Research in focus: Living and dying because of work: an analysis of corporate crimes.
Accidents, suicides and other fatal events in organizations result from routine actions taken by supervisors and colleagues in the “noblest sense” of fulfilling their duties
Objective: To analyze organizational crimes using the concept of the banality of evil by jewish sociologist, Hannah Arendt, who witnessed the trial of a nazi, Adolf Eichmann, and noted that he was not a psychopath but an ordinary person - a bureaucrat complying with orders who wanted to advance his carrer.
• Corporate crimes, such as work-related deaths (of which there are over two million cases per year worldwide, according to the WTO), are controversial: who is responsible for deaths that occur when complying with orders coming from a system?
• Newspaper reports of two cases are analyzed: the first considers a cleaner employed by a multinational, Dalkia, who was found dead in a cardboard compacting machine in the loading bay of the West Plaza Shopping Mall in São Paulo; the second, the suicides of professionals working for Renault in France.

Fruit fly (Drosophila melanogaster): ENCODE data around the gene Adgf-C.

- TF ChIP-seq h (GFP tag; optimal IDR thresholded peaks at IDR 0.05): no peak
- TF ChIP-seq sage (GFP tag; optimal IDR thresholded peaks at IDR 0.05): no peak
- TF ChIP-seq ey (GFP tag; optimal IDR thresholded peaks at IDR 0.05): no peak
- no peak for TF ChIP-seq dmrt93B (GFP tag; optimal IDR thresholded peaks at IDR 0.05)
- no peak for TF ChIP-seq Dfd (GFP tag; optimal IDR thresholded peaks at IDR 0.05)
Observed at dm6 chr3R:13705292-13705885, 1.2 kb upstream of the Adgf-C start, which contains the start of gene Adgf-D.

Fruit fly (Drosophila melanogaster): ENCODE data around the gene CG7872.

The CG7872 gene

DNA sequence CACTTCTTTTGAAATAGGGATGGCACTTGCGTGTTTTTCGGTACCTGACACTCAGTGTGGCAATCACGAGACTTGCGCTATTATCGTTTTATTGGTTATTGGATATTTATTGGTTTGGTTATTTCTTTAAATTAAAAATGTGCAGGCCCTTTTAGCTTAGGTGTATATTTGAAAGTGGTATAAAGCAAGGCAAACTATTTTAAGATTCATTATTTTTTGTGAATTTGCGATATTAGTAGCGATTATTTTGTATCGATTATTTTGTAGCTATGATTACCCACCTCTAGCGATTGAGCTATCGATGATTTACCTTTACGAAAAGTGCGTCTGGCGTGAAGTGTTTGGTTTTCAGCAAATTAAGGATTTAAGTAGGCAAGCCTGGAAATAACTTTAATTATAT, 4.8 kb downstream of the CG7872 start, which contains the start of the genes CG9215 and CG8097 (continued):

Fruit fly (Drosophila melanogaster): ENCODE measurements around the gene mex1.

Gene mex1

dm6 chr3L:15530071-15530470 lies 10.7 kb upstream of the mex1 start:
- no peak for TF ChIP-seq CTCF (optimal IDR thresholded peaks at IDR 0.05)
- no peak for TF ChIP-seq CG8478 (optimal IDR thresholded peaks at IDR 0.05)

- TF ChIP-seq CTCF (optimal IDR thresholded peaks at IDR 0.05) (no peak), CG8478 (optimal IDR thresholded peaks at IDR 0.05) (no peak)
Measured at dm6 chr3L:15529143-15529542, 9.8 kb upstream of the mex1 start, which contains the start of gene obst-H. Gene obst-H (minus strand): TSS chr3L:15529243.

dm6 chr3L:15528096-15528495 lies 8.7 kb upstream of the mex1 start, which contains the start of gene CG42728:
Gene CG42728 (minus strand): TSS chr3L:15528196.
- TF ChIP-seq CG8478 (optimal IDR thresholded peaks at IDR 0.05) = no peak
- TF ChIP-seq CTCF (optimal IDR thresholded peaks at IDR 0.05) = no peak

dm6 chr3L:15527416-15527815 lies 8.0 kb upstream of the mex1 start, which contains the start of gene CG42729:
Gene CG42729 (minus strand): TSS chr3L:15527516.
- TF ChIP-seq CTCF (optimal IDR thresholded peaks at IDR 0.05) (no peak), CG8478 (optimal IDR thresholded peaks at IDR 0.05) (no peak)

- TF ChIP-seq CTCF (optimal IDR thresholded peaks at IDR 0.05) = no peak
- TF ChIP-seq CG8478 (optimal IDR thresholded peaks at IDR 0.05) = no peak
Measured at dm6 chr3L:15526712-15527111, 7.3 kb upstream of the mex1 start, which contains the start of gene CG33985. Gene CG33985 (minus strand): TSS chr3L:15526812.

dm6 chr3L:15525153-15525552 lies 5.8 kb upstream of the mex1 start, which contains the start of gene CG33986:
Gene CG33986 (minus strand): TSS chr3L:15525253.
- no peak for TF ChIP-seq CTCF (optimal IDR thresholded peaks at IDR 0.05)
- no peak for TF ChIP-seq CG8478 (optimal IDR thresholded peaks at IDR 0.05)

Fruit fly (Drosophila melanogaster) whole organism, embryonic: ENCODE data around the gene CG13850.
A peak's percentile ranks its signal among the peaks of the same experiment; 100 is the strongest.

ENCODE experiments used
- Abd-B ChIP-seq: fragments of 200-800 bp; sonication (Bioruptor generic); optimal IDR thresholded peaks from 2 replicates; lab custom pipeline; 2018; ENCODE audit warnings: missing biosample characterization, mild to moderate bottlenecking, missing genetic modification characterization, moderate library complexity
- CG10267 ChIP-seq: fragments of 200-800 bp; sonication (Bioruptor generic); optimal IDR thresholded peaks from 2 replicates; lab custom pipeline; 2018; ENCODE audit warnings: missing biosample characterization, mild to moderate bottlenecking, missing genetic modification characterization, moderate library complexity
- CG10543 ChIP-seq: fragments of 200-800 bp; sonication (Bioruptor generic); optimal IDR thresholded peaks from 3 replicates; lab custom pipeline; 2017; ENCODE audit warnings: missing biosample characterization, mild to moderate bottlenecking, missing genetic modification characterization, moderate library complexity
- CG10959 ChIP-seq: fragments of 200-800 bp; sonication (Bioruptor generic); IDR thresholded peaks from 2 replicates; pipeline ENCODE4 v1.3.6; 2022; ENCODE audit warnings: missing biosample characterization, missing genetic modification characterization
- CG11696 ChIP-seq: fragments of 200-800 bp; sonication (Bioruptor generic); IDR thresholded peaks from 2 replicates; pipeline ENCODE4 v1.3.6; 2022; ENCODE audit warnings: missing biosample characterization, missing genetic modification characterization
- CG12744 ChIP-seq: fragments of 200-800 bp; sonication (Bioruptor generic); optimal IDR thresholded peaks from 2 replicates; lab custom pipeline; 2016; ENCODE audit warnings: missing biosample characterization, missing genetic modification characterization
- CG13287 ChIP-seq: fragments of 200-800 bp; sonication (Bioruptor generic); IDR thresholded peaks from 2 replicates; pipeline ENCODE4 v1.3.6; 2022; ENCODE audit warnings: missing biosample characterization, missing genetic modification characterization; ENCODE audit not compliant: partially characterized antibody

• In the first case, news reports indicate that the cleaner was a victim of the irregular alteration of the compactor by employees because it worked faster when it was used without a safety door. In the second case, the reports show that that employees at Renault were under extreme pressure to meet targets – one of the victims left a letter confessing that he felt incapable of doing his work: “it’s very hard to support the pace of the company”, he wrote.
• In both cases, it is possible to draw a parallel with Arendt’s concept of the banality of evil because the deaths were considered ordinary, the results of decisions made to achieve normative objectives, of operational procedures and of organizational cultural standards and norms. Professionals, without apparent perversity but with a high drive to perform their duties, caused these crimes. Such conduct was encouraged by the structure of rules and plans, which made them incapable of criticizing or foreseeing the consequences of their actions; this translates into the banality of evil.
• Do actions that achieve corporate objectives but lead to worker deaths make corporate crime banal? This article shows that they do because living and dying because of work sounds ordinary.
• This study underlines the existence of the dark side of organizations – one that goes hand-in-hand with the bright side – which can lead to recognition by managers of the need to transform practices to prevent the banality of evil from challenging the thoughts and words of the workers.